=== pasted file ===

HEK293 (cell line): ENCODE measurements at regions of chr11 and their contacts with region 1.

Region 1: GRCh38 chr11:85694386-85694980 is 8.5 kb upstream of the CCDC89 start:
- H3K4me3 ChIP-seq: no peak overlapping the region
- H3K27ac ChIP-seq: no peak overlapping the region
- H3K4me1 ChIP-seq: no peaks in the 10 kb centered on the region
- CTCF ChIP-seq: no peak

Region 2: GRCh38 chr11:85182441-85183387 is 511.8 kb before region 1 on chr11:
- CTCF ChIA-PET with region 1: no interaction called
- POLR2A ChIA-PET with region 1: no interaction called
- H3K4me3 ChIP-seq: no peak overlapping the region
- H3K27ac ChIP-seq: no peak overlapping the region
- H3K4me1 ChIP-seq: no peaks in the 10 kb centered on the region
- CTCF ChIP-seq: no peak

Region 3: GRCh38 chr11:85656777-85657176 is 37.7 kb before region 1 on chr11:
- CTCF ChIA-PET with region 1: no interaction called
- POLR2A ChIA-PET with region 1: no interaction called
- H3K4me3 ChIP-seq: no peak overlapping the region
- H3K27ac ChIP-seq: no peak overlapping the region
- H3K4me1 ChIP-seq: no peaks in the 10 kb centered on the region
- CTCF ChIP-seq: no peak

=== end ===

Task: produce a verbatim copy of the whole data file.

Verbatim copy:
HEK293 (cell line): ENCODE measurements at regions of chr11 and their contacts with region 1.

Region 1: GRCh38 chr11:85694386-85694980 is 8.5 kb upstream of the CCDC89 start:
- H3K4me3 ChIP-seq: no peak overlapping the region
- H3K27ac ChIP-seq: no peak overlapping the region
- H3K4me1 ChIP-seq: no peaks in the 10 kb centered on the region
- CTCF ChIP-seq: no peak

Region 2: GRCh38 chr11:85182441-85183387 is 511.8 kb before region 1 on chr11:
- CTCF ChIA-PET with region 1: no interaction called
- POLR2A ChIA-PET with region 1: no interaction called
- H3K4me3 ChIP-seq: no peak overlapping the region
- H3K27ac ChIP-seq: no peak overlapping the region
- H3K4me1 ChIP-seq: no peaks in the 10 kb centered on the region
- CTCF ChIP-seq: no peak

Region 3: GRCh38 chr11:85656777-85657176 is 37.7 kb before region 1 on chr11:
- CTCF ChIA-PET with region 1: no interaction called
- POLR2A ChIA-PET with region 1: no interaction called
- H3K4me3 ChIP-seq: no peak overlapping the region
- H3K27ac ChIP-seq: no peak overlapping the region
- H3K4me1 ChIP-seq: no peaks in the 10 kb centered on the region
- CTCF ChIP-seq: no peak